Non-Melanoma Skin Cancer

Researchers estimate that as many as half of Americans who live to be 65 will have either basal cell carcinoma and squamous cell carcinoma at least once.

Everybody should be on guard for skin cancer these days—particularly those with a fair complexion or who have spent a lot of time catching rays.

While melanoma is the most deadly form of the disease, non-melanoma variations including basal cell carcinoma and squamous cell carcinoma are incredibly common, affecting more than 3 million people each year, according to the Skin Cancer Foundation. In fact, researchers estimate that as many as half of Americans who live to be 65 will have one of these two forms of non-melanoma skin cancer at least once.

“It’s extremely common—there’s an epidemic of skin cancer,” says Steven Rotter, a dermatologist with Forefront Dermatology in Vienna.

Many people first notice something is wrong just by looking—they’ll come across a spot, often on the head, arms or neck, that’s changing shape, size or color. Or they’ll find a wound that just won’t heal.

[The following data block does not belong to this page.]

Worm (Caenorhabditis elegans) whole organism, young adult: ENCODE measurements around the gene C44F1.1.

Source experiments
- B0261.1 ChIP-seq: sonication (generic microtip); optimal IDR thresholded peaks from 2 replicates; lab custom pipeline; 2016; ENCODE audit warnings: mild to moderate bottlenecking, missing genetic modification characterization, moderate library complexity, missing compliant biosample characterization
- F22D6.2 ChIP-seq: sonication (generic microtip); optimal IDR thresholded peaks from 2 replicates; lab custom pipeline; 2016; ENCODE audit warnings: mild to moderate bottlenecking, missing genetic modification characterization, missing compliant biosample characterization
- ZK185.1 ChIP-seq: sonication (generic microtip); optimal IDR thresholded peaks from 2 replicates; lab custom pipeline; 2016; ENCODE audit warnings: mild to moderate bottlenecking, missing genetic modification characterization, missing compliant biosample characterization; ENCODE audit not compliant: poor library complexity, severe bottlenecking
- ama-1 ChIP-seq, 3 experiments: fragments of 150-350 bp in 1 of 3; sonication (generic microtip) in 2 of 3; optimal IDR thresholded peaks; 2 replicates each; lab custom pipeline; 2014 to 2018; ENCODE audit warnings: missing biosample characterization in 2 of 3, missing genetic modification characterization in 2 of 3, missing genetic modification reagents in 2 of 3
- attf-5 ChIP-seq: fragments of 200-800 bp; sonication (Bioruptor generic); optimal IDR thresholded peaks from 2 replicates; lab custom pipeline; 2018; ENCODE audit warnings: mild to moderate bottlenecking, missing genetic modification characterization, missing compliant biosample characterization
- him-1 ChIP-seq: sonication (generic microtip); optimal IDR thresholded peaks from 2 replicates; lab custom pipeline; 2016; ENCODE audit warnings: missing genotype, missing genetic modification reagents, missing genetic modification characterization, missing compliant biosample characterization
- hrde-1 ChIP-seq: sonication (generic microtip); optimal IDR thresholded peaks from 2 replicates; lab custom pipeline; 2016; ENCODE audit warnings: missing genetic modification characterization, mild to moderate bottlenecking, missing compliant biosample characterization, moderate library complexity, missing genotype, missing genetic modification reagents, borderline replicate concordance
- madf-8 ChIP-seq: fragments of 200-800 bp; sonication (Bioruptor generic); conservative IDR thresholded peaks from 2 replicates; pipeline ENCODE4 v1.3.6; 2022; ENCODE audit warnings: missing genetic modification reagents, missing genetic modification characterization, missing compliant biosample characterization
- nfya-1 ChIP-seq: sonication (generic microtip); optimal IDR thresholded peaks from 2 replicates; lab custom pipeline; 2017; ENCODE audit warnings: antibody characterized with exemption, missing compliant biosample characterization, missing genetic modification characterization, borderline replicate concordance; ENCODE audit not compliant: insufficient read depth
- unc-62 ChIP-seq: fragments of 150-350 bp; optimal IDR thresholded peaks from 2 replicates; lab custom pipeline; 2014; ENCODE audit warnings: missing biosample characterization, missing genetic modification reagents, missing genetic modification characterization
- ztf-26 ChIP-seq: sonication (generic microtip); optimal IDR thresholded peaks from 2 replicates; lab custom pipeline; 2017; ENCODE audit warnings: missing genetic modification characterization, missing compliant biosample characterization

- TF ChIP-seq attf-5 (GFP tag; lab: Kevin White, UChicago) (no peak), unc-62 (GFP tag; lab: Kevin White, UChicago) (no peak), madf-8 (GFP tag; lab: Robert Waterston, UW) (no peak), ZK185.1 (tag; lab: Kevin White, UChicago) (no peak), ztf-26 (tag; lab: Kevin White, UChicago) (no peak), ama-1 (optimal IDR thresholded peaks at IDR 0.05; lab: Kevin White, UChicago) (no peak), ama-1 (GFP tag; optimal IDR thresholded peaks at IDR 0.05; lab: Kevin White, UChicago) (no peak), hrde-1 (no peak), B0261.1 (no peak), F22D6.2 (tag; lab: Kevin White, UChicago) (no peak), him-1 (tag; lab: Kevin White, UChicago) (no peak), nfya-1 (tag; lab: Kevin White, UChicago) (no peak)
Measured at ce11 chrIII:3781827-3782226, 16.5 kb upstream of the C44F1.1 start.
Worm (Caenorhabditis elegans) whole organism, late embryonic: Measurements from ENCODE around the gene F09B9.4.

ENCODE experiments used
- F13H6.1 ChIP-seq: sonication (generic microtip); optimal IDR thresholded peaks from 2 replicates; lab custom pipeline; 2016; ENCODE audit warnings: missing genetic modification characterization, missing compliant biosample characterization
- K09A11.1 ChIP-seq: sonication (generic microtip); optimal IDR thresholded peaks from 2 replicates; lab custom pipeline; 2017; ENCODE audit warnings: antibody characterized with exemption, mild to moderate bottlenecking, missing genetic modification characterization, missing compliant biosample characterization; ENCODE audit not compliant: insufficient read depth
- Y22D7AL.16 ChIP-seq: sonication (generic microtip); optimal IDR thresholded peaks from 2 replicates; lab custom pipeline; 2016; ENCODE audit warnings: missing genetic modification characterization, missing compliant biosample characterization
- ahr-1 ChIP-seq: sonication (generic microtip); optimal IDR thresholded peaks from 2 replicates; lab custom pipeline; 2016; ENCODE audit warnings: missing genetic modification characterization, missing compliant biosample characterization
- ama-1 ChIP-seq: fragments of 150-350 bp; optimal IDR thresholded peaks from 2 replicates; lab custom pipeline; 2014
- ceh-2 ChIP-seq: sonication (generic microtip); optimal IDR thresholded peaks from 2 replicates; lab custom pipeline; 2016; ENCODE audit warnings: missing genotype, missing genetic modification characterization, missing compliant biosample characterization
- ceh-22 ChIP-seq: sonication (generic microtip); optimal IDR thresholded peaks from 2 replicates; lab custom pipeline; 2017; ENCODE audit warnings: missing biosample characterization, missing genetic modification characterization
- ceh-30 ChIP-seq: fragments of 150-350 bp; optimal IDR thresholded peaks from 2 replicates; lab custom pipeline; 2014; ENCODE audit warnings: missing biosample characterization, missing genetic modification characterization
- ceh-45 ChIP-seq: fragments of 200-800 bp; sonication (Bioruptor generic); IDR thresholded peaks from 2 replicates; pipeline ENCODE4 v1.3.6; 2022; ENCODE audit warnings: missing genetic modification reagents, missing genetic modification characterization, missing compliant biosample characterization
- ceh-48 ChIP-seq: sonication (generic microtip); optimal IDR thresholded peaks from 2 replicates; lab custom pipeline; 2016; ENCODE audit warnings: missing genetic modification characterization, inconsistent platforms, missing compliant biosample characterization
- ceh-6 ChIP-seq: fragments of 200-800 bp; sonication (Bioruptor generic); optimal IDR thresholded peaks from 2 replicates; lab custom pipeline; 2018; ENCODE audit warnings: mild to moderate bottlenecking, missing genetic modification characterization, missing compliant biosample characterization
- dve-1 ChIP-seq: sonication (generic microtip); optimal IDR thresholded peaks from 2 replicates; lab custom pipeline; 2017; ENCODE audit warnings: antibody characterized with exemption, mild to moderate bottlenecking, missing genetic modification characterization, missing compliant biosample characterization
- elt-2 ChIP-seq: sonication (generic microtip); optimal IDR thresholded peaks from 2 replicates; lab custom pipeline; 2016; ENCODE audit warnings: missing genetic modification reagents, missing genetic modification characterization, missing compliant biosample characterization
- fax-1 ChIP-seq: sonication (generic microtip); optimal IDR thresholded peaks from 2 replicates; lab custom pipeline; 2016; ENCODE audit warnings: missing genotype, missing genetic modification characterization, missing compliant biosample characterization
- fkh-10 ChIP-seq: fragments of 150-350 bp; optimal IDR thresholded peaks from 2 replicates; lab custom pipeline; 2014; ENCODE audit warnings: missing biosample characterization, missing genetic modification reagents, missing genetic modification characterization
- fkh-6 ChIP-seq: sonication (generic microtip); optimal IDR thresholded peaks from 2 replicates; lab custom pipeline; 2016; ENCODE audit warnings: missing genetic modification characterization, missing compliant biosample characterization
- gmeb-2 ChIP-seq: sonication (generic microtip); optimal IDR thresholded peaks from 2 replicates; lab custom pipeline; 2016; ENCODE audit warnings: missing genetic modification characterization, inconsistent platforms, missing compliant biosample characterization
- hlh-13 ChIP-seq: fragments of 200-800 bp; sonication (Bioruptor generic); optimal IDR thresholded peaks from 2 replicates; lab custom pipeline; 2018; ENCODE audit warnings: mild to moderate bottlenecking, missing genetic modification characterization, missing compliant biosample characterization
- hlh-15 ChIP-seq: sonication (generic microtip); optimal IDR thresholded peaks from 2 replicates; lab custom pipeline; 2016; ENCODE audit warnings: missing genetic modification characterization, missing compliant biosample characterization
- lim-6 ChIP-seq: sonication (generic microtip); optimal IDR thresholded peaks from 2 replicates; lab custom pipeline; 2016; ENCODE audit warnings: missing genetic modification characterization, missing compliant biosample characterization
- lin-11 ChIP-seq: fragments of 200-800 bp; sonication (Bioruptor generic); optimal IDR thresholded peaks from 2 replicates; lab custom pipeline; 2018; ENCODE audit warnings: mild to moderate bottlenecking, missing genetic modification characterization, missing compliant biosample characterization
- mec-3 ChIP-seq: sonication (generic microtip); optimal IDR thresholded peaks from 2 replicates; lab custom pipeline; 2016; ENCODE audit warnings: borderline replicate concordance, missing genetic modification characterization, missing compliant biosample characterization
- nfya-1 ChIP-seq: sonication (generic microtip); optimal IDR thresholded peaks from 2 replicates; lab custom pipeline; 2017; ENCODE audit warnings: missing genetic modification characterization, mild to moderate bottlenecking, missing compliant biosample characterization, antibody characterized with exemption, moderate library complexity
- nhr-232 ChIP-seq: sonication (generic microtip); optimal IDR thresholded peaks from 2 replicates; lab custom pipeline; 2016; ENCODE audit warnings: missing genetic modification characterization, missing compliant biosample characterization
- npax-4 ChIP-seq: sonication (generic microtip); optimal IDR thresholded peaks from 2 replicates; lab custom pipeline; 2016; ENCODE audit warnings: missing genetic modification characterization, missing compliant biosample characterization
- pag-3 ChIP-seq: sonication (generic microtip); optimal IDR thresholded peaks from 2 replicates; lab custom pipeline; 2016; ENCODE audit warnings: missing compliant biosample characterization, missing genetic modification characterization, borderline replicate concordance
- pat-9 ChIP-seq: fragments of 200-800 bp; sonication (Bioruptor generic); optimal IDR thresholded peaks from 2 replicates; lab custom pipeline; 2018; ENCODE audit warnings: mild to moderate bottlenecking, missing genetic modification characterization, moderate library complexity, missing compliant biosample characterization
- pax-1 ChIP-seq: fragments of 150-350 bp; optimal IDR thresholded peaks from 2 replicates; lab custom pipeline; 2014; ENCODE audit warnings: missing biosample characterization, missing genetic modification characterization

For small, non-melanoma cancers found on the body, the lesion can often be removed with a process known as “scrape and burn” or by using cryotherapy to freeze it off. Mohs micrographic surgery, where a doctor removes layers of tissue one-by-one to be examined under a microscope, is often employed on the face or in cases where the tumor has grown in size.

“That’s where the least amount of normal skin is removed, so the wound is the smallest, and at the same time it has the highest cure rate of any method,” says Rotter. “So especially when it’s on your face, when you don’t want to remove more nose, more eyelid, more lip or more ear than you need to, but you want to get it all, this gets rid of those problems.”

The Mohs procedure is also used in cases where a non-melanoma skin cancer has returned after being previously removed, because odds of recurrence are much lower than with other methods.

Rotter notes that patients who have already dealt with a non-melanoma skin cancer should be seeing their doctor once or twice a year for regular check-ups and should make an appointment if they notice any new changes on their skin.

(Top Doctors 2018February 2018)